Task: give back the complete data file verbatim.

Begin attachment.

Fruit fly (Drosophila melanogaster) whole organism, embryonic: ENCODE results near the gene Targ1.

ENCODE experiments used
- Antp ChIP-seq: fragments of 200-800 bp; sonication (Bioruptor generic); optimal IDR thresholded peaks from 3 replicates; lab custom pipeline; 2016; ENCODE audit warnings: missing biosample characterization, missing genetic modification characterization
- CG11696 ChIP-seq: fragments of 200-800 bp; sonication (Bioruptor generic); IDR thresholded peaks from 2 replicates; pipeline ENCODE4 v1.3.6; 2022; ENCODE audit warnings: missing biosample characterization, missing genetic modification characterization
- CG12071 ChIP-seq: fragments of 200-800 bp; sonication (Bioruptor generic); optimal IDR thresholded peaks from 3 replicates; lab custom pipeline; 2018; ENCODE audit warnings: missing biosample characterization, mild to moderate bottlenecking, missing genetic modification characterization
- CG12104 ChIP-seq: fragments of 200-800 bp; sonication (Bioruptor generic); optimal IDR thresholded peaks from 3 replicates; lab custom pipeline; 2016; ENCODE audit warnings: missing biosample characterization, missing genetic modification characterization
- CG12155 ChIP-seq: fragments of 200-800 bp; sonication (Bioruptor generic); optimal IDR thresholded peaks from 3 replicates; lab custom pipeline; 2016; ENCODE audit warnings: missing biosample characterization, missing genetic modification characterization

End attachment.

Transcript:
Fruit fly (Drosophila melanogaster) whole organism, embryonic: ENCODE results near the gene Targ1.

ENCODE experiments used
- Antp ChIP-seq: fragments of 200-800 bp; sonication (Bioruptor generic); optimal IDR thresholded peaks from 3 replicates; lab custom pipeline; 2016; ENCODE audit warnings: missing biosample characterization, missing genetic modification characterization
- CG11696 ChIP-seq: fragments of 200-800 bp; sonication (Bioruptor generic); IDR thresholded peaks from 2 replicates; pipeline ENCODE4 v1.3.6; 2022; ENCODE audit warnings: missing biosample characterization, missing genetic modification characterization
- CG12071 ChIP-seq: fragments of 200-800 bp; sonication (Bioruptor generic); optimal IDR thresholded peaks from 3 replicates; lab custom pipeline; 2018; ENCODE audit warnings: missing biosample characterization, mild to moderate bottlenecking, missing genetic modification characterization
- CG12104 ChIP-seq: fragments of 200-800 bp; sonication (Bioruptor generic); optimal IDR thresholded peaks from 3 replicates; lab custom pipeline; 2016; ENCODE audit warnings: missing biosample characterization, missing genetic modification characterization
- CG12155 ChIP-seq: fragments of 200-800 bp; sonication (Bioruptor generic); optimal IDR thresholded peaks from 3 replicates; lab custom pipeline; 2016; ENCODE audit warnings: missing biosample characterization, missing genetic modification characterization